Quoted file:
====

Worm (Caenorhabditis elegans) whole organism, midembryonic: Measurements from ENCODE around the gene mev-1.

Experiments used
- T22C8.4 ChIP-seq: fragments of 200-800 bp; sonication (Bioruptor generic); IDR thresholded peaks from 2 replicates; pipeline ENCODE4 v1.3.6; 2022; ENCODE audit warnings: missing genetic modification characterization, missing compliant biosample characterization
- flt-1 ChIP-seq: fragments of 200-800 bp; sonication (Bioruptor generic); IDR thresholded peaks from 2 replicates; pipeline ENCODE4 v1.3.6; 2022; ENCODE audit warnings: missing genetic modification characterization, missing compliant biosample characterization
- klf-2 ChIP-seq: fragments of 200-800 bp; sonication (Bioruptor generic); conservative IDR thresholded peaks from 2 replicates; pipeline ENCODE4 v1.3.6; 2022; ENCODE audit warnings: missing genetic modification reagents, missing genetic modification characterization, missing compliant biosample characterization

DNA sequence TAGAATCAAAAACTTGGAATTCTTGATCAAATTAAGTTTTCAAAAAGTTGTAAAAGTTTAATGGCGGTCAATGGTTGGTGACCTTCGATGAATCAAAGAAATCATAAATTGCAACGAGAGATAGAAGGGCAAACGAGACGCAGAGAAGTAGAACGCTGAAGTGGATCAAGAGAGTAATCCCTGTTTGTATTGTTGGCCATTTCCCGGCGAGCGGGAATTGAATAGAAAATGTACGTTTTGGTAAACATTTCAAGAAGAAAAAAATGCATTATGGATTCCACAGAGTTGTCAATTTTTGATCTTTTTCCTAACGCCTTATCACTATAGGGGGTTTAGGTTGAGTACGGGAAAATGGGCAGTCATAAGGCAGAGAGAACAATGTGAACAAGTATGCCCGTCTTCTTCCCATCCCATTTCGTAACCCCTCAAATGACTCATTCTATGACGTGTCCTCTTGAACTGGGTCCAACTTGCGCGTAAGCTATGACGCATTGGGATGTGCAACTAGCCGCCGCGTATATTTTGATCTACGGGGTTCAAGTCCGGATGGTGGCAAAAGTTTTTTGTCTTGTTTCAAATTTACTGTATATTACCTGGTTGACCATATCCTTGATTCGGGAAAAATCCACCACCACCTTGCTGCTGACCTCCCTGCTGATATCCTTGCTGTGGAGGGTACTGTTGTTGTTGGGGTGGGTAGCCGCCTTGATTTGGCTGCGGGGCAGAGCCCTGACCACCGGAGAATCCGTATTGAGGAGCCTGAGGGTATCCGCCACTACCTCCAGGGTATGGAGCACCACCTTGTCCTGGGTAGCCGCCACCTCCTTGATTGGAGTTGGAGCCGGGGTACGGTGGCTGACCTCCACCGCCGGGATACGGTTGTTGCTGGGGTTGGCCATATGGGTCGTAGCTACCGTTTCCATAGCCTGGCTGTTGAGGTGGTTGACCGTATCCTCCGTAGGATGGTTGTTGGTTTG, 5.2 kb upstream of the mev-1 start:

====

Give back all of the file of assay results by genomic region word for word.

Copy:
Worm (Caenorhabditis elegans) whole organism, midembryonic: Measurements from ENCODE around the gene mev-1.

Experiments used
- T22C8.4 ChIP-seq: fragments of 200-800 bp; sonication (Bioruptor generic); IDR thresholded peaks from 2 replicates; pipeline ENCODE4 v1.3.6; 2022; ENCODE audit warnings: missing genetic modification characterization, missing compliant biosample characterization
- flt-1 ChIP-seq: fragments of 200-800 bp; sonication (Bioruptor generic); IDR thresholded peaks from 2 replicates; pipeline ENCODE4 v1.3.6; 2022; ENCODE audit warnings: missing genetic modification characterization, missing compliant biosample characterization
- klf-2 ChIP-seq: fragments of 200-800 bp; sonication (Bioruptor generic); conservative IDR thresholded peaks from 2 replicates; pipeline ENCODE4 v1.3.6; 2022; ENCODE audit warnings: missing genetic modification reagents, missing genetic modification characterization, missing compliant biosample characterization

DNA sequence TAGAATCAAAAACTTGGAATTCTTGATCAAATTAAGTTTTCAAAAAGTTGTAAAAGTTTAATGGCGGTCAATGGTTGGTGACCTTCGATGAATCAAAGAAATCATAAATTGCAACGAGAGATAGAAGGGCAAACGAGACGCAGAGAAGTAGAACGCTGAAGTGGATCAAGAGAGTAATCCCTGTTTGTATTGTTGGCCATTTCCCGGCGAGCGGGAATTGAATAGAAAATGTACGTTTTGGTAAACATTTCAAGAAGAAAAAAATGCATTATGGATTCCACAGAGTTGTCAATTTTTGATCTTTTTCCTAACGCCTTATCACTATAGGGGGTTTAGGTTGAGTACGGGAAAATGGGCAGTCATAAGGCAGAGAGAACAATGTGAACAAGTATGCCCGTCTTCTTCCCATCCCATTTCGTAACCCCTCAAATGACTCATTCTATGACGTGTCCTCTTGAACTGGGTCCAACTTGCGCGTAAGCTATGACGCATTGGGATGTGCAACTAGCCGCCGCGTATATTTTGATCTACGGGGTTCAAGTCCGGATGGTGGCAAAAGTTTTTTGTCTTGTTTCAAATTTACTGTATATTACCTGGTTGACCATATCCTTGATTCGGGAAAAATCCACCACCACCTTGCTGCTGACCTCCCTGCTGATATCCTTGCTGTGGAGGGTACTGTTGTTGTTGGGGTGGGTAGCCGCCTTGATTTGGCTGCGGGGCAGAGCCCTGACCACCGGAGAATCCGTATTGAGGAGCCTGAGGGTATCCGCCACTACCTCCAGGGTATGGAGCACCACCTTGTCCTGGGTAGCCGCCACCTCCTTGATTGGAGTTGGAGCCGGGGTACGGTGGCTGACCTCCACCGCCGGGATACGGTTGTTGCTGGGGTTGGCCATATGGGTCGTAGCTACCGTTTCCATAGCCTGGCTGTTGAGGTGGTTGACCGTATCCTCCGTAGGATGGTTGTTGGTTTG, 5.2 kb upstream of the mev-1 start: